GENRE KRYPTONITE is a regular feature about genres we have an inexplicable weak spot for. Check out previous entries here.
Back in high school, I was a band geek. I was also on the speech team, took honors classes, edited the newspaper, and participated in a mock government program. I was a huge nerd, and I was happy that way.
I had a small group of loyal friends — all nerds to about the same degree that I was. We didn’t get bullied very often. We didn’t cause trouble. We didn’t drink. We didn’t do drugs. We weren’t unpopular exactly, but we weren’t among the cool kids either (I imagine many of you fellow Book Riot readers can relate). We just formed a safe cocoon around each other and didn’t let anyone who might mess that up get close enough to do any damage.
After I graduated and headed to college, expanded my horizons a little bit, I realized what a very particular, very sheltered high school experience I had. It also made me curious, addicted even, to reading nonfiction about what life is like in high school in order to try and understand some of the horror stories friends tell about what it was like for them. Here are three book suggestions for investigating high school, two that I’ve enjoyed and one that I’m looking forward to reading.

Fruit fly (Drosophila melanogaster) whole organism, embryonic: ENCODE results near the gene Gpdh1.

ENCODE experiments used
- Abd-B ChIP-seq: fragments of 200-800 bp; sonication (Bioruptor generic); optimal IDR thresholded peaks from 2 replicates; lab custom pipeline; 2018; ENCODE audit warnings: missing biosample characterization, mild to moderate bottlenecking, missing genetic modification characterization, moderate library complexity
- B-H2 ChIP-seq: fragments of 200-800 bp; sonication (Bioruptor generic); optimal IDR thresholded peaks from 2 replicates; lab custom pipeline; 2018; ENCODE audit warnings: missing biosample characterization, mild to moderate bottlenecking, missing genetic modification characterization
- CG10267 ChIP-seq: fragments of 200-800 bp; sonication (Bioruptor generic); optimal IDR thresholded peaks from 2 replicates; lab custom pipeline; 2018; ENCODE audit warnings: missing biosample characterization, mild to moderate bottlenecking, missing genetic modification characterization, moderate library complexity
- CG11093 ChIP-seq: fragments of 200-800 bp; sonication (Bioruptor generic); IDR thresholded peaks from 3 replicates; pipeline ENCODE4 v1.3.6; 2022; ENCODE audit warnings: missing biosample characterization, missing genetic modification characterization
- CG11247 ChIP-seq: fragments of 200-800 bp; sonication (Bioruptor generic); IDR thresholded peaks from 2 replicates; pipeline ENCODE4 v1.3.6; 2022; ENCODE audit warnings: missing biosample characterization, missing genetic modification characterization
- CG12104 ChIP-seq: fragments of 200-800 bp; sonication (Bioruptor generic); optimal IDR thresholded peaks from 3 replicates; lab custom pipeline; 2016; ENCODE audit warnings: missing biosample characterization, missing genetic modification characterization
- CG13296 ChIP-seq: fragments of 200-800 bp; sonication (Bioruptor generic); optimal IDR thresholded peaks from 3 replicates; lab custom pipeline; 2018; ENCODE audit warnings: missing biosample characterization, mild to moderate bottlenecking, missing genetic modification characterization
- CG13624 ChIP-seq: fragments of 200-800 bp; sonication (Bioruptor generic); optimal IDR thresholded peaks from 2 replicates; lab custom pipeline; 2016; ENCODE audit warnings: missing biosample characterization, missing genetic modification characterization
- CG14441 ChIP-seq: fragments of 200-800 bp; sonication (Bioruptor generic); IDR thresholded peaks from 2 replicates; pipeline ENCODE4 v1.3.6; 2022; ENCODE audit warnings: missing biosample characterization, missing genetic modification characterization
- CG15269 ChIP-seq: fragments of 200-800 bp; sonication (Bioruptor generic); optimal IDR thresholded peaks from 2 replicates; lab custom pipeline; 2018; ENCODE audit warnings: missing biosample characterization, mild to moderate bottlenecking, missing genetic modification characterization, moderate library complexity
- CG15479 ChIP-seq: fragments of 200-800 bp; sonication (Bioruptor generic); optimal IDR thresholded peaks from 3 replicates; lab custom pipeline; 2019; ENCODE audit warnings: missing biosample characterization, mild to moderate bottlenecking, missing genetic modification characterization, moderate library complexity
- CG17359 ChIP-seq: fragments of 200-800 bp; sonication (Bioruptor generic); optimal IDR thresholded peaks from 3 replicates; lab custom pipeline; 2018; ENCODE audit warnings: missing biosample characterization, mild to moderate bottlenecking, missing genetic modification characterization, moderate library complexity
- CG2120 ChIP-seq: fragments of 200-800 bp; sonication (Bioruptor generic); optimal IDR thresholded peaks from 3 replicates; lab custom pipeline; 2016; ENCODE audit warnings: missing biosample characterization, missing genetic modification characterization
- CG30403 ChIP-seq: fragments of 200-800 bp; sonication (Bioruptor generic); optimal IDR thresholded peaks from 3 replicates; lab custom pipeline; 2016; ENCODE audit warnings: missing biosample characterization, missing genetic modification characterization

Laura Sessions Stepp’s has made a name for herself writing about youth (particularly female youth) culture. In Unhooked, she takes a stab and explaining how a culture of casual sex has replaced dating among a generation of young women (high school and college) and what the long-term impacts might be, both for those who participate and those who don’t. I think all women, regardless of age, can find something to relate to in the book.
The main premise of Alexandra Robbins’ The Geeks Shall Inherit the Earth — that kids who are on the fringe in high school can thrive in the real world — isn’t especially novel. But Robbins, already familiar with writing about the challenges of being young from two previous books (The Overachievers and Pledged), digs deep into the lives of the high school outsiders she profiles and helps show that even people who seem alone can find the people they belong with… before or after graduation. This one was voted Best Nonfiction Book in the 2011 Goodreads Choice Awards, so I’m not just a crazy person for liking it.
And finally, the book on my to-be-read pile that I haven’t dug into yet. Like Stepp and Robbins, Elinor Burkett takes on high school in Another Planet by going behind-the-scenes for a year at a suburban high school in Minneapolis, Minnesota. But unlike the previous two books mentioned in this post, Burkett takes a broader look, talking with parents, teachers, and students to get a picture of the real problems in our schools. Although the book is from 2002, I expect there are still some relevant details and arguments to be made, and I’m excited to read it.
Photo Credit: crazytales562 via Flickr